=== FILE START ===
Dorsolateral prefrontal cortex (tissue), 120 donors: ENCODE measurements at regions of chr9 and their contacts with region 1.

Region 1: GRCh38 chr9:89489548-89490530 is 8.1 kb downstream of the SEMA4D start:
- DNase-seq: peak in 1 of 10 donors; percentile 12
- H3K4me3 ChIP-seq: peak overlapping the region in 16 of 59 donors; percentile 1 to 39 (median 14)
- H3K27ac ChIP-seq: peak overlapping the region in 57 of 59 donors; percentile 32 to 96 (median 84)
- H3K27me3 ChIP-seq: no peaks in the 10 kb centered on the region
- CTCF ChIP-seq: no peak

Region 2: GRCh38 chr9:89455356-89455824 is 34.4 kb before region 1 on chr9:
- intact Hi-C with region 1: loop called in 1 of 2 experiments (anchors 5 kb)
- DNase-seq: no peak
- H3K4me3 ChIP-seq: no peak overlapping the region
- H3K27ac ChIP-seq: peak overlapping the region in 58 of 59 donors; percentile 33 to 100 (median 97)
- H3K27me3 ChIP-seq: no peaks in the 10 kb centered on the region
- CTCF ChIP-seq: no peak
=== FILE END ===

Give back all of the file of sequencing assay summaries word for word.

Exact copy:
Dorsolateral prefrontal cortex (tissue), 120 donors: ENCODE measurements at regions of chr9 and their contacts with region 1.

Region 1: GRCh38 chr9:89489548-89490530 is 8.1 kb downstream of the SEMA4D start:
- DNase-seq: peak in 1 of 10 donors; percentile 12
- H3K4me3 ChIP-seq: peak overlapping the region in 16 of 59 donors; percentile 1 to 39 (median 14)
- H3K27ac ChIP-seq: peak overlapping the region in 57 of 59 donors; percentile 32 to 96 (median 84)
- H3K27me3 ChIP-seq: no peaks in the 10 kb centered on the region
- CTCF ChIP-seq: no peak

Region 2: GRCh38 chr9:89455356-89455824 is 34.4 kb before region 1 on chr9:
- intact Hi-C with region 1: loop called in 1 of 2 experiments (anchors 5 kb)
- DNase-seq: no peak
- H3K4me3 ChIP-seq: no peak overlapping the region
- H3K27ac ChIP-seq: peak overlapping the region in 58 of 59 donors; percentile 33 to 100 (median 97)
- H3K27me3 ChIP-seq: no peaks in the 10 kb centered on the region
- CTCF ChIP-seq: no peak